In September, the Environmental Protection Agency published a document that laid out economic and technical support for a new rule to cut pollution from engines in forklifts, electric generators, snowmobiles and all-terrain vehicles. It's turgid stuff, directed at those trained to comb the fine print for the rationales behind rulemakings.

There's nothing unusual about such an analysis; in fact, agencies are often required to figure out what the costs and benefits of a rule may be before they decide how much society is willing to pay for cleaner air or safer workplaces. Whatever figures are arrived at, there is always a high degree of uncertainty because of the difficulty quantifying how technology, human behavior and various economic models affect the bottom line.

That said, there was something different about this report. It also contained an alternative analysis, which arrived at dramatically lower numbers for the benefits of the new rule. It did so mainly by lowering the value of a human life and suggesting that long-term exposure to fine particulates in the air would not be as significant as briefer exposures to them.

When EPA did its base calculations, it concluded that by 2030 some $77 billion in benefits would come from reduced deaths and fewer cases of chronic bronchitis. The agency considered the estimate somewhat low, in fact, because it didn't take into account things you can't put a price tag on, such as how many trips to the emergency room from asthma attacks are avoided and the worth of a beautiful vista that is preserved as a result of less pollution.

The alternative estimate came up with only $8.8 billion in benefits. In its report, EPA characterized the number as a "more conservative estimate," that was arrived at by using different scientific studies that rely on short-term, rather than long-term, exposure to particulate matter and different ways of calculating the value of a life.

One big difference is that EPA used $6.1 million as the value of a life in its base calculation; the alternative figure dropped that number to $3.7 million per life, and less for people over 70 -- $2.3 million.

This result disturbed environmentalists, who fear the Bush administration will use such economic rationalizations as a way to regulate less, or less stringently. They also didn't like the idea that the Office of Management and Budget's Office of Information and Regulatory Affairs, which reviews federal rulemakings, urged EPA to include the second set of calculations

"You can change five to six assumptions and you get a radically different number," said Frank O'Donnell, executive director of the Clean Air Trust, a nonprofit environmental-watchdog organization. "It makes health and safety look less valuable."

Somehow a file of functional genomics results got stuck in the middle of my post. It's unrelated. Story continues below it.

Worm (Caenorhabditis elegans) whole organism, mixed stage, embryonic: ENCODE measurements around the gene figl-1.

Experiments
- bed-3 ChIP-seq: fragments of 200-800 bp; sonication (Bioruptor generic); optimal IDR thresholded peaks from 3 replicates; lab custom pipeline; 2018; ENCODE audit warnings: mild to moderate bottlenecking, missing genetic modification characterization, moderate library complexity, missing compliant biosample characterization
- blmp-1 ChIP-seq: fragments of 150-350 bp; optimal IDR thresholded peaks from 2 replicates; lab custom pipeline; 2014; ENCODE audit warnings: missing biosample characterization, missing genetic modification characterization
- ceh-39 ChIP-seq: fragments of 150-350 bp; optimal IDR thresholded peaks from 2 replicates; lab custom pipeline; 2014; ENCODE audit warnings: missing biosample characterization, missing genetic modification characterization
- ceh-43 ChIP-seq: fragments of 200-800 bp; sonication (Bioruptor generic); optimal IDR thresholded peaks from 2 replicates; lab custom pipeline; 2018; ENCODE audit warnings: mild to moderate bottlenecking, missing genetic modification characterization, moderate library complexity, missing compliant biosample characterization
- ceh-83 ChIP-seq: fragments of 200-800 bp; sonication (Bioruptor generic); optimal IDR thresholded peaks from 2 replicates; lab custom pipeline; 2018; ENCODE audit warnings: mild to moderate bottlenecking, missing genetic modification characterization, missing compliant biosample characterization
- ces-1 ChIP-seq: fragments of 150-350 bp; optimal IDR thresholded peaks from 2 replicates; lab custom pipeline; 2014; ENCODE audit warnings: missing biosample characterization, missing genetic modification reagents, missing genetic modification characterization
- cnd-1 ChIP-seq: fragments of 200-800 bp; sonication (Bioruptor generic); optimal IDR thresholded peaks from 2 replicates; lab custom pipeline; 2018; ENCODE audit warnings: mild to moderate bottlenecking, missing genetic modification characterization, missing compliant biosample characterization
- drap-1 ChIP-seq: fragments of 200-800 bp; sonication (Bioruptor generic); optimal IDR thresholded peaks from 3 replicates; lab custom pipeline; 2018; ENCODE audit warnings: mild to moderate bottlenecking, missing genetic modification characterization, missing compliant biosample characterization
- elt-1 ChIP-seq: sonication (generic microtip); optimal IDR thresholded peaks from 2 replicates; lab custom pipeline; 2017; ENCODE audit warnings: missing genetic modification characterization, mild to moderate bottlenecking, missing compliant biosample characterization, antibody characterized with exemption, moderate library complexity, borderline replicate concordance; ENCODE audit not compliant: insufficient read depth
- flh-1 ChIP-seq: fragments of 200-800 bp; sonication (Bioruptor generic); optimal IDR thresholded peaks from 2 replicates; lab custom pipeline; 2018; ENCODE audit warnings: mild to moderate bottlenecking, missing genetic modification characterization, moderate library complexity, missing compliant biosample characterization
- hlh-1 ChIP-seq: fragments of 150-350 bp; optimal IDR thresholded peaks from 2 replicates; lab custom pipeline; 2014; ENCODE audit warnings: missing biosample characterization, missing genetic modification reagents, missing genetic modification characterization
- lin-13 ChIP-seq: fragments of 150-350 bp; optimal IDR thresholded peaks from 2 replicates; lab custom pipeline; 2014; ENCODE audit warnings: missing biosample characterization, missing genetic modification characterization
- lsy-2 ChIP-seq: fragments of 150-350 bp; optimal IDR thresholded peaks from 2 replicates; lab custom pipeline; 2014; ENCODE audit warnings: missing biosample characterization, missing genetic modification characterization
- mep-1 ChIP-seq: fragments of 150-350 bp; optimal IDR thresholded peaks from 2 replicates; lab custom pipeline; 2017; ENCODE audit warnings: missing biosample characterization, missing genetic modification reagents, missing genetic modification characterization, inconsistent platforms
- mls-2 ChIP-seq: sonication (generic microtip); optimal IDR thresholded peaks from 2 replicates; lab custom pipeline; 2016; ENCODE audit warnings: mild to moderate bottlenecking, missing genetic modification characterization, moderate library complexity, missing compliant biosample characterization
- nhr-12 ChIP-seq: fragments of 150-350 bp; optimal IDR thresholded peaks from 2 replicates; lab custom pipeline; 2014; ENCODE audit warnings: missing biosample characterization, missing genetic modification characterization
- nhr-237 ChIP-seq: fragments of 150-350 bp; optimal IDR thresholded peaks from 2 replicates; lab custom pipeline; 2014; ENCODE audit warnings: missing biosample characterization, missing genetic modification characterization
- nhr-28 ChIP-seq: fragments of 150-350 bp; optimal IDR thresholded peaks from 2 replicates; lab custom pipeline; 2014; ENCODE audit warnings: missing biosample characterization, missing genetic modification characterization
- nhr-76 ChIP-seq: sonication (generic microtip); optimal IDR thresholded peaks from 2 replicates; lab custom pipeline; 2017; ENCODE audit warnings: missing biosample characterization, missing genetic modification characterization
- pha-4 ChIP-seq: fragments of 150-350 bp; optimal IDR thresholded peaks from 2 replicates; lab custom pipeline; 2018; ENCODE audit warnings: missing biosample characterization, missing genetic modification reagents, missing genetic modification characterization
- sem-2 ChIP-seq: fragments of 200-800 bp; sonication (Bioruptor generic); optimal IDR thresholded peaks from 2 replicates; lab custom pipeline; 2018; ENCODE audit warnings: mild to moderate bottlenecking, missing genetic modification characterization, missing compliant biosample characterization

S. William Becker, executive director of the State and Territorial Air Pollution Program Administrators, said states might have to make up the difference if the administration regulates some industries less after making subtle changes in the tools that define the benefits of a standard. "Every time the federal government takes a shortcut from meaningful and effective regulation, it falls on us and the public," he said.

John D. Graham, administrator of OIRA, defends the alternate analysis. "OMB persuaded EPA that it was more technically responsible to present both the base and alternate estimates" than just the base alone, he said. "Together, the two estimates provide an indication of the scientific uncertainty about these difficult issues. If only one of the two estimates were presented, the regulator and the public would be given a false sense of precision about the science and economics."

OIRA played a similar role in the development of the Bush administration's Clear Skies Initiative, a pollution-abatement program introduced in Congress earlier this year. In that case, EPA economists said reductions in particulate matter and ozone would result in 11,900 fewer deaths annually. The alternate prediction said it would be more like 7,200. Similarly, EPA set benefits of the legislative proposal at $96 billion by 2020; the other projection was $11 billion.

Paul R. Portney, president of Resources for the Future, an environmental think tank, said reputable scientists can come to very different conclusions in the course of a rulemaking. In this case, Portney said, the questions raised by OIRA on the EPA approach were reasonable, while the agency had expressed a legitimate point of view on some of the issues.

"Regulation has a huge scientific component," said Portney. "But like taxing and spending, it's inherently political."

OUT FOR COMMENT: The Occupational Safety and Health Administration last week named 15 individuals to serve on its National Advisory Committee on Ergonomics to offer advice to federal rulemakers on reducing ergonomic-related injuries in the workplace. The group includes academics, safety and health specialists, a nurse and a chief executive officer. Business groups viewed the board as balanced, but union leaders said it was tilted heavily toward business, which opposes any kind of rule to abate repetitive motion injuries. One member, for example, represented the U.S. Chamber of Commerce in its years-long fight to defeat an ergonomics rule. "It's a totally employer-dominated committee," said Peg Seminario, director of AFL-CIO's department of occupational safety and health. The Postal Workers and the International Union of Operating Engineers have the labor seats at the table.